Source: Elizabeth Jones/Flickr


About 8 years ago was the first time I heard the phrase fatshionistas. At first, I thought the article had simply misspelled the phrase fashionista, but then I realised it was correct. Here was a plus size fashionista, who was making her voice heard about the fashion she wanted to wear and inspiring others in their quest for self acceptance and fashionable clothing for the larger lady. I have forgotten the name of the fatshionista or even how I stumbled across that article; I have not forgotten the awakening and realization of the fashionable plus size and body positivity revolution that was beginning online.

For years plus size, fashion had been… well, lacking in terms of being on trend and variety. Yes you could find plus size clothes but they weren’t always on trend or cheap and as internet shopping wasn’t as popular in the 90’s and early 00’s as it is now, it meant that options were limited. Being a plus sized teenager in the late 00’s meant shopping trips with my friends were not always enjoyable as I couldn’t buy clothes in all the shops my friends went to and at the time, I would have to go to the shops that their mums would have shopped in.

The rise of blogging, youtube, and social media has led to an online community where those who are plus size can feel accepted and also express their character and charm through fashion, advice, and beauty. As Emerson said. ‘Our chief want is someone who will inspire us to be what we know we could be.’(Emerson). It seems that social media has allowed plus sized influencers, and body positivity activist to develop and inspire others to find themselves. It would appear that for the first time, that if you felt alone in being larger, you could find an online community of others who understood you and could give you advice. However as always with the internet; as the community has grown, the trolling and hatred of the plus size have continued their tirade on those who are just living their lives and trying to inspire others to be body positive.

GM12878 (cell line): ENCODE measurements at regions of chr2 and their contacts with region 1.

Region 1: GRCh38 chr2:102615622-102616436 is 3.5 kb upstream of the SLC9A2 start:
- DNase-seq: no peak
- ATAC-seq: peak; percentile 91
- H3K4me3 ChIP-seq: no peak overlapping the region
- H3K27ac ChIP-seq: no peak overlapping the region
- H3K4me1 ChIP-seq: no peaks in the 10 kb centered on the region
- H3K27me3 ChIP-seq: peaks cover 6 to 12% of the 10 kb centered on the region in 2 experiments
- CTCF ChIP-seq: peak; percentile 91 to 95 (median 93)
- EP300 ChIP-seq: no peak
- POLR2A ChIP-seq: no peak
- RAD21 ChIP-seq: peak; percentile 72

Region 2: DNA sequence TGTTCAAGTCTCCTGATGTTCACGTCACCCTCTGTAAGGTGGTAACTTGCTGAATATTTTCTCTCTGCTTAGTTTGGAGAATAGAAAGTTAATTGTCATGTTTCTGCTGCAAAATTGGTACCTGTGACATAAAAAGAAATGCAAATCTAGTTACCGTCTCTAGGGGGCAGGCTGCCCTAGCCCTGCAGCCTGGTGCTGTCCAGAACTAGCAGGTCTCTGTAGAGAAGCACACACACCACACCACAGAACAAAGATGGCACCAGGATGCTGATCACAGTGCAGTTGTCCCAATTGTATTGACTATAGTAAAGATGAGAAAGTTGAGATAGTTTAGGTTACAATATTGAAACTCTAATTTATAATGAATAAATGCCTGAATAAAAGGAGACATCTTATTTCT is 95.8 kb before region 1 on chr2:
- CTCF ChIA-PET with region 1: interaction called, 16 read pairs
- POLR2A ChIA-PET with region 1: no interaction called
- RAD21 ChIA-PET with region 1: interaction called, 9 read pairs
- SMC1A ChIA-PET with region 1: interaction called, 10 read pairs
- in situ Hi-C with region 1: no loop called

The average dress size in the UK is now a size 16 meaning the average British woman is considered plus size. In 2015 alone the plus size market constituted ‘12.4% of all clothing sales and is worth in excess of £5 billion.’’(Rutter,2016)

The growth in the popularity of online shopping has allowed for plus size shoppers to have increased choice. It has also meant the shoppers can tell clothing brands what they want from their clothes. One example of customer led change has been Evans clothing, as it has revamped its clothing from frumpy to modern and has enlisted shoppers and influencers in shaping the needs in regards to clothing made for certain body types.

Plus size brands have realised the importance of plus size bloggers in driving transformation and also increasing awareness of their brand.

Bogenrief (2013) put it this way;

Empowered itself through the power blogger and, frankly, grapevine inherent in fashion gossip.  Instead of simply accepting the fashion industry’s refusal to acknowledge this marketplace, these key players have created a community that rewards those retailers eager to cater to the plus size shopper while punishing those shops that fail to live up to traditional consumer standards.

Clothing brands can’t ignore the profits to be had. For example, 2016 saw the launch of River Island plus. Marks and Spencer have recently launched its new Curve range 2018.

Plus size fashionistas have also been making waves on the runway.The Design Collective for Evans show at London Fashion Week SS15, was the first of its kind, have a plus size catwalk of pieces that could then be brought in store. Ashley Graham debuted her latest range during New York fashion week 2016 and only used curvy models.

In 2015 Ashley Nell Tipton became the first plus size designer to win Project Runway in America and to launch her own plus size collection in JC Penny’s. It seems that baby steps are being made in the industry to improve inclusivity, but it is being driven by the plus size community rather than from the fashion industry itself.

While there has been an improvement in the presence of the plus size model in the fashion industry, however, there seems to be an appropriate size a plus size model should go up to.

Many see that though below a size 22 are more acceptable than those over that size.

This year in response to a Lane Bryant ad campaign, Plus size bloggers got together to release a lookbook for those who are over a size 22(Whelan,2016). It would appear that even within the plus size community there is some division between the curvy and other larger women who may not have the desired plus size shape.